Good night and Good luck.
To give you some background, I not only play the markets but I co-founded an angel organization in Chicago that invests in start ups. We are starting to see a lot of deal flow that involve some aspect of social media. I subscribe to some angel email services from all over the country, and I see lots of companies today that want money to invade the social media space.
The answer on the bubble, it depends. I could make an argument that Facebook ($FB) at $100 billion is cheap. It is a legacy platform that other businesses are building off of. Facebook is sticky, even if you think it’s a time waster. A lot of this social media stuff just becomes background noise. There is so much of it you tune it all out and go with what you are used to. I think that is the appeal of Google+ for a lot of folks, you can tune out a lot of extracurricular noise.
Certain companies are trying to reinvent Facebook. They are riffing on specialized aspects of Facebook and compartmentalizing them. Small little apps that segment the market. Many of them are receiving money from angel investors. The bulk of them could be considered a bubble.
Companies that I like in the social media space integrate and work across platforms. They take the best aspects of social media and quantify it-or make it easier for us to interact with social media. It’s very hard to know who those companies are-or if you do invest, how they will pivot and grow. Help Scout is an example of a company that I would want to make an investment in if they applied to Hyde Park Angels. One of our companies, ReTel, developed the site favo.rs that looks really cool.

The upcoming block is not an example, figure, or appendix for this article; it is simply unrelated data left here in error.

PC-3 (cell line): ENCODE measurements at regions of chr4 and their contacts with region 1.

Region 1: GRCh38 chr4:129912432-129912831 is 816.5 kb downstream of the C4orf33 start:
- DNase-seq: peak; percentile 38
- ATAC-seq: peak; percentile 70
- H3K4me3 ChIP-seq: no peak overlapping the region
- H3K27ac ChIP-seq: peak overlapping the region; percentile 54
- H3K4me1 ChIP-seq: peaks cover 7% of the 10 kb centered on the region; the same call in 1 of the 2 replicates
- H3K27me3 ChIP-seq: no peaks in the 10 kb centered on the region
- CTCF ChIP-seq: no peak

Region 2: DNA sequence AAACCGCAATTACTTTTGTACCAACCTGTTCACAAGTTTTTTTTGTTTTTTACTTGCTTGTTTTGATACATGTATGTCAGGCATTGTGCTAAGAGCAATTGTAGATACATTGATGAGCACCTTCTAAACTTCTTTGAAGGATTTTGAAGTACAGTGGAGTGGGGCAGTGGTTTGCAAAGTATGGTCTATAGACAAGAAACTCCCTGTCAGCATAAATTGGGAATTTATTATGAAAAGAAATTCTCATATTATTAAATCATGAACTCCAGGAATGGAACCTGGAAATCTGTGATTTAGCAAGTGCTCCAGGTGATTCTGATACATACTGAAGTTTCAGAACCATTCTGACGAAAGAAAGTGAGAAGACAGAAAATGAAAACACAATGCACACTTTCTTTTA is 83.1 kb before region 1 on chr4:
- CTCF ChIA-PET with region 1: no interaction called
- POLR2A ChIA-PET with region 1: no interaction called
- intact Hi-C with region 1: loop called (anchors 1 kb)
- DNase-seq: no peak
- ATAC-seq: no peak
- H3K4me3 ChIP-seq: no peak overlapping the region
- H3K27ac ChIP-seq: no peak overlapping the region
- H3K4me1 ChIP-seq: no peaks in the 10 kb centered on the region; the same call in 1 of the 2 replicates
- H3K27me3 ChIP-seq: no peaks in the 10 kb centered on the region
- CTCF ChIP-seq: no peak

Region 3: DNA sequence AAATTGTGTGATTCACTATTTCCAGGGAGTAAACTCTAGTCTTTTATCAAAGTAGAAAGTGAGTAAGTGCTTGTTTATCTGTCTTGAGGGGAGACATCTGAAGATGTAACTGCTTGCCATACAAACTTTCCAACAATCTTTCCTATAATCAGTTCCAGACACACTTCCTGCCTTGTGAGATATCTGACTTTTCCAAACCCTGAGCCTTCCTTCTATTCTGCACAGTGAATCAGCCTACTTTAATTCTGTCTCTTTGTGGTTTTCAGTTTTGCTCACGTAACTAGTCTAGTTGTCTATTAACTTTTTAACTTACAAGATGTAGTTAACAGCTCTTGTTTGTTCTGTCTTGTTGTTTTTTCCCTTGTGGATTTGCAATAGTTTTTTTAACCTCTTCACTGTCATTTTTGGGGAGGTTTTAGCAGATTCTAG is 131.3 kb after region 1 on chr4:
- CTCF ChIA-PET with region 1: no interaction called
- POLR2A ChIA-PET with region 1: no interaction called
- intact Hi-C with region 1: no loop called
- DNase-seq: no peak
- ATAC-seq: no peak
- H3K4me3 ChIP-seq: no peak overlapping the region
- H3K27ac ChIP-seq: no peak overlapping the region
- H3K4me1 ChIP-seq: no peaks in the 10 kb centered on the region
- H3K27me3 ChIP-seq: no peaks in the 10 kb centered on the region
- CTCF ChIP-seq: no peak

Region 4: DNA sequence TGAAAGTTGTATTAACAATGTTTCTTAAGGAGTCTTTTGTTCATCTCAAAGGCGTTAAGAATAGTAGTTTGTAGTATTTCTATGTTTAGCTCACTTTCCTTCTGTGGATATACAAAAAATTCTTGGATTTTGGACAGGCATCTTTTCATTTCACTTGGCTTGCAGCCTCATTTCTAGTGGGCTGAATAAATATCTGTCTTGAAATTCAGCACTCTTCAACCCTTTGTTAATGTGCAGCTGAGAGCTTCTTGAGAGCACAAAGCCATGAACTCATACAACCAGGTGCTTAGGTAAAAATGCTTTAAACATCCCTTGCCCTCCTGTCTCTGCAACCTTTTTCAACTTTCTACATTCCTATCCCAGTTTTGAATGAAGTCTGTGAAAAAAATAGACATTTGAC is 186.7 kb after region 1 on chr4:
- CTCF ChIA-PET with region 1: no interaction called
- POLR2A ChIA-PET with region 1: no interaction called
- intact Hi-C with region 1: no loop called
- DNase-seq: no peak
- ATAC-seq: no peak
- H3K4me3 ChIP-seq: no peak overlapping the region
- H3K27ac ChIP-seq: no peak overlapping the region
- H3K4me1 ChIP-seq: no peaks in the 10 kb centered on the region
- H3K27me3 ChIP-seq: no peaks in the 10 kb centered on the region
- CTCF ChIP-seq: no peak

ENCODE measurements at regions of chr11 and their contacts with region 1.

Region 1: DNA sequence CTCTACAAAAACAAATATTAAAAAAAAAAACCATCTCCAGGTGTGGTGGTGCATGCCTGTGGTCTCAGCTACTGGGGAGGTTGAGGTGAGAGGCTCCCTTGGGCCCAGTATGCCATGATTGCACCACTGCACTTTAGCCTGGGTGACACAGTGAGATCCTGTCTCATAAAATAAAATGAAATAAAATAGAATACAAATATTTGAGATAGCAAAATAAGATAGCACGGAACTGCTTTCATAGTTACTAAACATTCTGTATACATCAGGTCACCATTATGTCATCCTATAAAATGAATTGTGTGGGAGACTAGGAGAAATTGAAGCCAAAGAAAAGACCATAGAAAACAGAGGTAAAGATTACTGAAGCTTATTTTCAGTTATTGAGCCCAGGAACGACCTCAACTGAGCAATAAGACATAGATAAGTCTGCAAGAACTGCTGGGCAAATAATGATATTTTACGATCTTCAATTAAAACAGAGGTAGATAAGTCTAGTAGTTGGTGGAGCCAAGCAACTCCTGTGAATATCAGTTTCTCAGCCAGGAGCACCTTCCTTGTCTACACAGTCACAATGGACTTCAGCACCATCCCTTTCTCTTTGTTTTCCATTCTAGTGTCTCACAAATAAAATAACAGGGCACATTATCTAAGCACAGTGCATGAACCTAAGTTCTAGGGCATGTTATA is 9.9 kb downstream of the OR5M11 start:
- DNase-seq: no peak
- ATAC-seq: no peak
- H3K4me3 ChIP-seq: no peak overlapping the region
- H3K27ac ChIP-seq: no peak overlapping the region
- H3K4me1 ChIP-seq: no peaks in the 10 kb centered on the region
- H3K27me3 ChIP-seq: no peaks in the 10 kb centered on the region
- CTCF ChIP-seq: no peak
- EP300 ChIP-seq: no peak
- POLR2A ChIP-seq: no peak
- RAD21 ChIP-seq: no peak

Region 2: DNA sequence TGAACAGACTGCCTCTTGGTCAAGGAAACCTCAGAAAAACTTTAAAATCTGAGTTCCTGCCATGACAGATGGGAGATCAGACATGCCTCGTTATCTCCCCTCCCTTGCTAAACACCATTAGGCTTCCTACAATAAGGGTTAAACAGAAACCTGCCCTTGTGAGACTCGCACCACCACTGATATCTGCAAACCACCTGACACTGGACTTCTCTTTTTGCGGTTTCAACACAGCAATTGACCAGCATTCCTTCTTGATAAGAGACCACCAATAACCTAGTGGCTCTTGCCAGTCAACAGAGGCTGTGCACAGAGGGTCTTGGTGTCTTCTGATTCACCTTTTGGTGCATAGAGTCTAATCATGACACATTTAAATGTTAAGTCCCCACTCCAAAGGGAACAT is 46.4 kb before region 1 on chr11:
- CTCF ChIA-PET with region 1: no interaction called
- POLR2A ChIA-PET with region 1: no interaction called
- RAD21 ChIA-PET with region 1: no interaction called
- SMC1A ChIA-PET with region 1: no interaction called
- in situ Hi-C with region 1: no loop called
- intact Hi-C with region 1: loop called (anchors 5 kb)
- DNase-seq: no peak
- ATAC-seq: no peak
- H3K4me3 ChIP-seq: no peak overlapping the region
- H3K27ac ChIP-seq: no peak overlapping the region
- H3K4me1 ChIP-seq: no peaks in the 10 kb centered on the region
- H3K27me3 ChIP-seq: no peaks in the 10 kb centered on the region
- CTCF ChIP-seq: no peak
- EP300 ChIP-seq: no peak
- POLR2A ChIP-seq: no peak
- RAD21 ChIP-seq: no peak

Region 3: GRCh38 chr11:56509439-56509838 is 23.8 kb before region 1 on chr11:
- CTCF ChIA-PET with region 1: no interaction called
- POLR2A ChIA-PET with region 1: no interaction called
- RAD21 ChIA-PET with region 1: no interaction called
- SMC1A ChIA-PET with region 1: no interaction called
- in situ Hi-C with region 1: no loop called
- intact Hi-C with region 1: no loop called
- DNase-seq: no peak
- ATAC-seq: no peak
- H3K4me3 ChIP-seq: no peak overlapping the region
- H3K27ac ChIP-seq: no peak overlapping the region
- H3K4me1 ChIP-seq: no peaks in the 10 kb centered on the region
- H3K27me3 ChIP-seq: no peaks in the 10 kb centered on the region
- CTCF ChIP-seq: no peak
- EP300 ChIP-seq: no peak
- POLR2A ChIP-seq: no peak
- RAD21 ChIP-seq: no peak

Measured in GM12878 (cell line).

So is Carter right that social media as a internet genre in a large run up bubble that is going to pop? I can’t hazard a guess. A lot of these social platforms I don’t know how far they have gotten to date.
Take Twitter. Its Hot, with a cap H. But I shake my head. You look at the traffic and anywhere from a third to a half include some tiny url link. So that implies they want to say more. So why pick `that` platform to say it when the container is ill suited for the content? Eyeballs. I remember when the big I was bleeding out of the universities and going commercial email was the Hot Ticket. Then as a medium it became part of the backdrop of everyday life. The thing is it retained its usefulness. I don’t know if Twitter will.
Lets take another service, FaceBook. Me I avoid it like the plaque. The user is the only thing on sale on that platform. That reason alone I will pass. But I can see the utility of it for others. Its like a nonstop class reunion on steroids. For the most part you are free to personalize the sandbox and your message can be as long as you want.
Long term though? Many Soc Med newbies will die on the vine. I’ll put my money elsewhere.